Rosemary Standley – the magnetic Mademoiselle Moriarty

Devoted to cultivating creativity & imagination. Dedicated to philosophers, pilgrims & punks.

ROSEMARY STANDLEY is the lushly imaginative Franco-American lead singer of the enormously creative band Moriarty. The instruments they play reads like a recipe list for the best possible musical feast: xylophone, thumb piano, spoons, tambourine, scotch-tape trumpet, double-bass, music box, suitcase drum, chromatic and diatonic harmonicas, kazoo, drilling machines, Jew’s harp.

 The band’s maverick spirit leads them to play incongruous venues such ‘a mental institution, a prison, a transatlantic ship, a ruined castle in Tuscany, the streets of Paris, and a night train’.  Being the bohemian vagabonds that they are, they tour extensively.


When I was eight, my father taught me the Hank Williams’s song Jambalaya, and brought me with him to a square dance at the American Church of Paris. He had a gig there with his band and he asked me to sing the song in the middle of the set. The people were so pleased with the song that they asked for it 3 times. What a funny feeling! You just get addicted to it.

Continue reading “Rosemary Standley – the magnetic Mademoiselle Moriarty”

In Alain Bashung’s discotheque

Alain Bashung

De la country à la musique expérimentale, les proches d’Alain Bashung racontent à Charline Lecarpentier ses émois musicaux.

Alain Bashung was not a socialite. Few people entered his bubble. “One does not let me dream,” he once heard the musician Rodolphe Burger moan as they prepared to enter the studio. His intimate relationship to the music of others remained only more valuable. “I’m a cowboy at Paname, but it’s Dylan’s fault,” he sang in his early days. Ten years after his disappearance, the emptiness he left is not close to being filled. Moreover, from rap to song, the specter of those who claim his legacy is wide. Almost as broad, in fact, as the many influences of Bashung himself, as described by his entourage, while his historic label Barclay unites his work in an integral spiced by lives and a handful of unpublished .


“When I met Alain in 1975, he had an impressive nightclub and an amp that could be plugged into two headsets. It was a HLM and you should not be too loud. We spent nights listening to very underground things like Kraftwerk and Robert Wyatt before ending up with country music. We lived a blessed period, there was a new musical wave every five years. He loved the punks, the new wave and this mysterious band, The Residents .

But there was finally not enough English, it was rather American. Not an album of Bob Dylan escaped him, it is understood in his way to crush the phrasing … He listened to few French artists, we made the song but that did not interest us. There was just this revelation that upset him emotionally and musically in 1993 during the recording of Chatterton in Brussels when we listened until the dawn of the complete Léo Ferré . We fell to the ground. It was wrong to have not considered earlier his case. The song called “I have long contemplated” was composed in stride. In France, except Leo, he still liked Gainsbourg . Work with him on Play Injuries was a dream. Towards the end, he introduced me to Gérard Manset . Alain’s mother tongue was German. He also heard a lot of English on radios at the American base near Strasbourg, which was broadcasting in Alsace. This is what I think explains his company of torture of the French language. He wanted to understand it better. “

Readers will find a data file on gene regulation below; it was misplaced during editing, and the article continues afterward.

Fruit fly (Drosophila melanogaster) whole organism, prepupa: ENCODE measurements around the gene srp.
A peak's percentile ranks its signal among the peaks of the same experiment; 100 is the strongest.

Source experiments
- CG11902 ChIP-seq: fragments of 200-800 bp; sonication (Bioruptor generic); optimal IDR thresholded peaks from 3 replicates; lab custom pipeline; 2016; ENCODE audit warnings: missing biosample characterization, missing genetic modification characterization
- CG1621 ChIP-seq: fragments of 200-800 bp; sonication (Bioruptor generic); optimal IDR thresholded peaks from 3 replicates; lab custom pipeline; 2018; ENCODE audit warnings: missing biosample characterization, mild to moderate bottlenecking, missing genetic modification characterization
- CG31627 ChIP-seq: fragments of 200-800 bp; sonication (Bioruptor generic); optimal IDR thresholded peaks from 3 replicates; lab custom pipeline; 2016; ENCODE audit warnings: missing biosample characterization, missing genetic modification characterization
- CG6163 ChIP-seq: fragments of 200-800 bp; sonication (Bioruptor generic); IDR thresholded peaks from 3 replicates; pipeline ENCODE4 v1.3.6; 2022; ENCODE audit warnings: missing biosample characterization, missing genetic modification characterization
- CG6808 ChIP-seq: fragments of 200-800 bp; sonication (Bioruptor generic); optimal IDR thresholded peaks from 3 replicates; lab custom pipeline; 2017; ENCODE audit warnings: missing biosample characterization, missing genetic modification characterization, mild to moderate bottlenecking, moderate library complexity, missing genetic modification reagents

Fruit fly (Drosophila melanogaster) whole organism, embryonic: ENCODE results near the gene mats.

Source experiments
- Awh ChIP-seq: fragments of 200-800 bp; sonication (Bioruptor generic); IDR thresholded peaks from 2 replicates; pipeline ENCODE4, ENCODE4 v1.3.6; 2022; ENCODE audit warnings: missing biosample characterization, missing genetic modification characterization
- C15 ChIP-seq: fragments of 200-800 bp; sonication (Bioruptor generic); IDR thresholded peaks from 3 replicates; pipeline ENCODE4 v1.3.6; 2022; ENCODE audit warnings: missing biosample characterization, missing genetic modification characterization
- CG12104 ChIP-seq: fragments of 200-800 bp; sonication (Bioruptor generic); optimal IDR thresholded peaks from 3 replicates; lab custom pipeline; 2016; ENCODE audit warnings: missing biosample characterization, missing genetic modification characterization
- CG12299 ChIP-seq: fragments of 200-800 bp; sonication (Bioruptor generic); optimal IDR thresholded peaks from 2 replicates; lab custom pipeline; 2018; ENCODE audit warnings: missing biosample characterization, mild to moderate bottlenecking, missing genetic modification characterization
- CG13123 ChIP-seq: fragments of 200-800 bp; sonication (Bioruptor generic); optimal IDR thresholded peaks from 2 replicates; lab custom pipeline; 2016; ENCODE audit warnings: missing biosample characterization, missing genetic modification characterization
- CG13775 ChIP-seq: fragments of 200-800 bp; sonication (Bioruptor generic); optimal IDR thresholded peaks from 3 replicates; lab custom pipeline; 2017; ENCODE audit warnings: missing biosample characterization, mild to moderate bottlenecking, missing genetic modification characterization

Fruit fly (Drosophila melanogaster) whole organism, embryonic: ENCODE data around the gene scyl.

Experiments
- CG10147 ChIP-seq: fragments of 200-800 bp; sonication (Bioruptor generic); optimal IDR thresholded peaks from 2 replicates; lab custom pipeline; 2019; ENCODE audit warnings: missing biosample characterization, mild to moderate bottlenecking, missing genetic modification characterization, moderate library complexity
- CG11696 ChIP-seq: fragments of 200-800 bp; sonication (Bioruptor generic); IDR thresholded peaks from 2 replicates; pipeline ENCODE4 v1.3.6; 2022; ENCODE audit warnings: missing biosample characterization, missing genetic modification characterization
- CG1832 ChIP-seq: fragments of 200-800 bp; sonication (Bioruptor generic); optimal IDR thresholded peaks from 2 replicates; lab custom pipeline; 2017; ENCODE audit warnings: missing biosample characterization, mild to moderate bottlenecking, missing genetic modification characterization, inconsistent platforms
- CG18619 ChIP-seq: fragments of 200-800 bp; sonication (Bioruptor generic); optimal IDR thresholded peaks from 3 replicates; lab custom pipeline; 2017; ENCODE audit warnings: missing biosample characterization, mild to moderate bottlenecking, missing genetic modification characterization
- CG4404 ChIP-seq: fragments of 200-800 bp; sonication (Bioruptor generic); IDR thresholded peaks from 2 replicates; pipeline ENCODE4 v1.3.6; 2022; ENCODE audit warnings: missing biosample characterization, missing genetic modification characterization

“The more years passed, the more Alain was attached to the simple and comforting values ​​of the country. The Walker Brothers spoke to him a lot because Scott Walker had started in a classical form before also embarking on experimentation. Seeing how music advances with the life of a man fascinated him. Among the pioneers , Gene Vincent or Jerry Lee Lewis were very important to him. This madness of the pastor who rocked on the side of the devil, all this ambivalence of rock’n’roll interested him a lot.

He particularly liked the second knives. He preferred Bobby Darrin, Johnny Mathis or Harry Nilsson to Presley and Sinatra . He loved the Highwaymen of course, including his favorites Johnny Cash, Waylon Jennings, Willie Nelson and Kris Kristofferson . When we sang together as a duo, he compared us to Gram Parsons and Emmylou Harris . One of our great pleasures was to go to Tower Records in London to buy a lot of things, even experimental ones. That’s how he discovered the records of Marc Ribot or Mr. Wardwith whom he then wanted to work. They too play with codes from the past. “


“The first thing we talked about was Moondog , who was a kind of Brian Eno before the hour. Alain, because of his Kabyle origins, was very sensitive to repetitive rhythmic music, whether or not it was electronic. We can also hear about his experiments on the album Climax . Every time I came to Alain and Chloe’s, I arrived with records under his arm and he made me follow albums.

If his passion for music started with precursors, from Gene Vincent to Jerry Lee Lewis , he also had a big flash with the arrival of cold wave and new wave . Artists mark him every decade, like Martin Hannet at the time of Joy Division or the Young Marble Giants . It was he who introduced me to Richard Hawley , whom I did not know and whom he listened to a lot at the end of his life. He listened to music all the time and I can assure you that when he was president of the Prix Constantin, he had heard the two hundred records. ”